President Carter, under pressure from the timber industry, yesterday told the Interior and Agriculture departments to increase significantly the timber harvest in national forests.

The move, an unprecendented departure from the historic policy of cutting only as many as can be replanted, is "an important contribution to easing the rising cost of housing," White House inflation adviser Alfred Kahn said.

The new policy is expected to increase cutting in the national forests by one billion to three billion board feet a year within the next two years. Private companies now harvest 12.4 billion board feet a year from public lands.

The skyrocketing cost of housing has been one of the most stubborn contributors to inflation. Wood products account for about 15 percent of the cost of an average house.

A timber harvest increase of a billion board feet would cut the cost of a new house by six-tenths of a percent, administration figures show. The median price of a new home rose 120 percent from 1971 to 1978, while overall consumer prices increased about 60 percent.

The new policy, billed as "a limited and temporary departure from the nondeclining even-flow policy," would allow the government to sell "excessive inventories of mature timber . . . on a number of western national forests, much of which would be wasted" under current rules, Kahn said.

Environmentalists, who successfully sued to stop President Nixon from abandoning the "even-flow" timber policy in 1974, called Carter's action "a giveaway" to the timber industry. "Ever since the establishment of the national forests we've had a historic policy that you don't cut more than you grow," said William Turnage of the Wilderness Society.

Thomas Barlow of the Natural Resources Defense Council said, "Carter has firmly opened the door to a massive overcutting of the national forests in the West . . . Almost a billion board feet a year are going to waste and dying in private forests because the government is already selling too many trees from national forests."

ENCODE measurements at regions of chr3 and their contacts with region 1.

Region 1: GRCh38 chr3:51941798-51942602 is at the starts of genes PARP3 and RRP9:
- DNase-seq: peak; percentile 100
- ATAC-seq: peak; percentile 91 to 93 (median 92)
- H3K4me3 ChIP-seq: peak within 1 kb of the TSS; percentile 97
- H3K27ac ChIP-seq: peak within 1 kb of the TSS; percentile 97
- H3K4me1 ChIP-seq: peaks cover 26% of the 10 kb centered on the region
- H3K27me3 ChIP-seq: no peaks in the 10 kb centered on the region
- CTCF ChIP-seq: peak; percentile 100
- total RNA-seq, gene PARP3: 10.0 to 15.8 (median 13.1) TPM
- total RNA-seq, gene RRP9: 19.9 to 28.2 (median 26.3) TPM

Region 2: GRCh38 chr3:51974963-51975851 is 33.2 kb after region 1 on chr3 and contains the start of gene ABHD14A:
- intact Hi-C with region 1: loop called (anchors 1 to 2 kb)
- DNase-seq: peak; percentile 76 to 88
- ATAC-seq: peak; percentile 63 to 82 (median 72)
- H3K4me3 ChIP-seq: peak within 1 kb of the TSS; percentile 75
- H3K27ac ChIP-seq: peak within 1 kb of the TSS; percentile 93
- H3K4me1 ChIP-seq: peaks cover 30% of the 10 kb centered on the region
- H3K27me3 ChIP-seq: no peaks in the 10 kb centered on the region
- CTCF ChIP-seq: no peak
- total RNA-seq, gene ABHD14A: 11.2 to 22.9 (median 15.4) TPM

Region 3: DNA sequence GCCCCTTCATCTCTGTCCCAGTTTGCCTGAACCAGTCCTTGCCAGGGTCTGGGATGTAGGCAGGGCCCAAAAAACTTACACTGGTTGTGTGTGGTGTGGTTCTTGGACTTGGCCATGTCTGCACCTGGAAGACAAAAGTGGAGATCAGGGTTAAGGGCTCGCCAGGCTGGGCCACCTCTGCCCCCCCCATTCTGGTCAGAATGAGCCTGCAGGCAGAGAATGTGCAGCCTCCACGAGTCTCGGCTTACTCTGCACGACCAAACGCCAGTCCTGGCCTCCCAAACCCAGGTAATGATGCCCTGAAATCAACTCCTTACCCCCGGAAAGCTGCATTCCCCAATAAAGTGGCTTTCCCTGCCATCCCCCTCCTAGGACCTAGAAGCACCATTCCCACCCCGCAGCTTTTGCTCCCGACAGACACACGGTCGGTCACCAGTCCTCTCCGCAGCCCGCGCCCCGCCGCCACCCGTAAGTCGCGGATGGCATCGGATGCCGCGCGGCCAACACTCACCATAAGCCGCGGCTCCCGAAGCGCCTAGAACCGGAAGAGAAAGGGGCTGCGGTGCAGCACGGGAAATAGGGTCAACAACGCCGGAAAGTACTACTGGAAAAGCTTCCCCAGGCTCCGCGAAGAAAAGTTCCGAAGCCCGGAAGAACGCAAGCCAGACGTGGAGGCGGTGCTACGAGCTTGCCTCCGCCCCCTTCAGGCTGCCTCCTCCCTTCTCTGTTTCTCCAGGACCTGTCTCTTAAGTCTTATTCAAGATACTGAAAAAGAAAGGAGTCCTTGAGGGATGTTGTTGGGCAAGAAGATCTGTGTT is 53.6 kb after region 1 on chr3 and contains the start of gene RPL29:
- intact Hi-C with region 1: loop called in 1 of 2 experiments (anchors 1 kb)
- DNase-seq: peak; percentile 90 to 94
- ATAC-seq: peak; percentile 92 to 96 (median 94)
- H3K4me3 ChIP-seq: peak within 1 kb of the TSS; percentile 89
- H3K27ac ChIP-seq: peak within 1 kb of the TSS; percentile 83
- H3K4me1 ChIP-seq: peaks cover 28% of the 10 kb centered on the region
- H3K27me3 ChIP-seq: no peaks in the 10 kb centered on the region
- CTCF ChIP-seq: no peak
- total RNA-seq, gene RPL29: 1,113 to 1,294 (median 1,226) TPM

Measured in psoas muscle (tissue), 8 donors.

However, Eugene Bergotten of the National Forest Products Association praised the administration for taking "the first tangible step toward productivity . . . "We've got to get the trees down before they die," he said. Bergoffen predicted the move could affect the prices companies bid for timber "within several months or a year."

"It will dampen the inflation rate," he said.

Kahn emphasized that the action will be "consistent with existing law and environmental considerations." He said the temporary departure from past policy "will not cause an eventual decline in the long-term flow of timber harvested from federal land; in fact, it will probably mean a higher rate of growth and production from these lands in the future."

However, Forest Service Chief John McGuire, acknowledged that as a result of cutting more timber now, "At some point in the future, we would have to cut less. Then we could go back to a sustainable yield. It's a balancing act."

The new policy has been the subject of months of interagency fighting, with the Council on Environmental Quality and the Forest Service reportedly opposing the Council on Wage and Price Stability's plan to increase cutting.

"There's serious question as to the legality of increasing the cut," one opponent said. "We shouldn't politicize the national forests, especially when it doesn't do anything for the inflation rate."

Timber companies have been eager to increase cutting on federal lands, partly because they have heavily cut their own land in recent years. If timber production is to remain stable, they argue, the government should compensate for the shortfall on private land.

They have been especially disturbed that the Office of Management and Budget vetoed $77 million the Forest Service requested to plan for the sale of an additional 750 million board feet this year. The maximum sustainable yield from federal land is about 15 billion board feet, McQuire said, but much of that timber would be unsuitable for housing.

Agriculture Secretary Bob Bergland said the Carter decision "is likely to be interprted as anti-environmental, but it is [not] . . . It is a carefully balanced approach." He said he has received equal pressure from both the timber industry and from environmentalists.